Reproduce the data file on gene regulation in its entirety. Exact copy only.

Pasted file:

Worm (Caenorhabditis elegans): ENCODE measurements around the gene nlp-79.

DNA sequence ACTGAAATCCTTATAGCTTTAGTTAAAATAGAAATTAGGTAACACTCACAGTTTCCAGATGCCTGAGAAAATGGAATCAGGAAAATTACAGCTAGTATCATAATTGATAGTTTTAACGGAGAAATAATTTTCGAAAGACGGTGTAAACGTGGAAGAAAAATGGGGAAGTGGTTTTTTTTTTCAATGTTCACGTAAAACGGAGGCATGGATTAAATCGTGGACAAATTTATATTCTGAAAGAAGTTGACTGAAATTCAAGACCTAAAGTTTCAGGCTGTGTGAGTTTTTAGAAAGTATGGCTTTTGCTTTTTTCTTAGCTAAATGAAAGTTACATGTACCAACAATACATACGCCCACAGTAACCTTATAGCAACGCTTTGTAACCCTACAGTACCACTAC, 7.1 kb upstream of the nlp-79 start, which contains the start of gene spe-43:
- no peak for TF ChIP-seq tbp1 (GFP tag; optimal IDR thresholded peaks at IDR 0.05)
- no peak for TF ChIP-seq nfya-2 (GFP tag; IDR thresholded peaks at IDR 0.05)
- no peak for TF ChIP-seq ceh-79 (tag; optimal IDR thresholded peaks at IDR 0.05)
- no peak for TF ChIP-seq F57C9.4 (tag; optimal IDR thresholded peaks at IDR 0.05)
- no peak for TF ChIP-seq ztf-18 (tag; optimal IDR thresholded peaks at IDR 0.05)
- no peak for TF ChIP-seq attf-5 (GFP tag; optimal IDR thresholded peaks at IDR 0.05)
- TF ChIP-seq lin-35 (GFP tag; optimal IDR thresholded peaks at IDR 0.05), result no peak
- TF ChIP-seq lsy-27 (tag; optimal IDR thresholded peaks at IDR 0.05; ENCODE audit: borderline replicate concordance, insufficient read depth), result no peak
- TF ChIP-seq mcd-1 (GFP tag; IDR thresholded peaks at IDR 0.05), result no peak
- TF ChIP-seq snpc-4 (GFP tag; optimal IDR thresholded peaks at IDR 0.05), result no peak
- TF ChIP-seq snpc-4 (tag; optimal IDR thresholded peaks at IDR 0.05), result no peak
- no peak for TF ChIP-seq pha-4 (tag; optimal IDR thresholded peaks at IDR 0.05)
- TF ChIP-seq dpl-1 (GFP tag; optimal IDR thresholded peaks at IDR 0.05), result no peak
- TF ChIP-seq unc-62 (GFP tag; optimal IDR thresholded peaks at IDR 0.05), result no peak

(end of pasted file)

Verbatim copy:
Worm (Caenorhabditis elegans): ENCODE measurements around the gene nlp-79.

DNA sequence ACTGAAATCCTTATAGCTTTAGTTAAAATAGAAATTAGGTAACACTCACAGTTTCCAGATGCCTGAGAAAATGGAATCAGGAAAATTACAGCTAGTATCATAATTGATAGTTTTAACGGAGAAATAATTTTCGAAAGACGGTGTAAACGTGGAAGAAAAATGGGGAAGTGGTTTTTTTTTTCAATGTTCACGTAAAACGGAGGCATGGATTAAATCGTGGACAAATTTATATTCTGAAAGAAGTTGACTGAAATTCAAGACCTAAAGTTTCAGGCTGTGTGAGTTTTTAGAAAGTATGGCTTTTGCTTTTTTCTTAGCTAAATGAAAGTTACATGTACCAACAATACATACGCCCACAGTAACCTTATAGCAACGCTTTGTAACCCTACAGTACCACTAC, 7.1 kb upstream of the nlp-79 start, which contains the start of gene spe-43:
- no peak for TF ChIP-seq tbp1 (GFP tag; optimal IDR thresholded peaks at IDR 0.05)
- no peak for TF ChIP-seq nfya-2 (GFP tag; IDR thresholded peaks at IDR 0.05)
- no peak for TF ChIP-seq ceh-79 (tag; optimal IDR thresholded peaks at IDR 0.05)
- no peak for TF ChIP-seq F57C9.4 (tag; optimal IDR thresholded peaks at IDR 0.05)
- no peak for TF ChIP-seq ztf-18 (tag; optimal IDR thresholded peaks at IDR 0.05)
- no peak for TF ChIP-seq attf-5 (GFP tag; optimal IDR thresholded peaks at IDR 0.05)
- TF ChIP-seq lin-35 (GFP tag; optimal IDR thresholded peaks at IDR 0.05), result no peak
- TF ChIP-seq lsy-27 (tag; optimal IDR thresholded peaks at IDR 0.05; ENCODE audit: borderline replicate concordance, insufficient read depth), result no peak
- TF ChIP-seq mcd-1 (GFP tag; IDR thresholded peaks at IDR 0.05), result no peak
- TF ChIP-seq snpc-4 (GFP tag; optimal IDR thresholded peaks at IDR 0.05), result no peak
- TF ChIP-seq snpc-4 (tag; optimal IDR thresholded peaks at IDR 0.05), result no peak
- no peak for TF ChIP-seq pha-4 (tag; optimal IDR thresholded peaks at IDR 0.05)
- TF ChIP-seq dpl-1 (GFP tag; optimal IDR thresholded peaks at IDR 0.05), result no peak
- TF ChIP-seq unc-62 (GFP tag; optimal IDR thresholded peaks at IDR 0.05), result no peak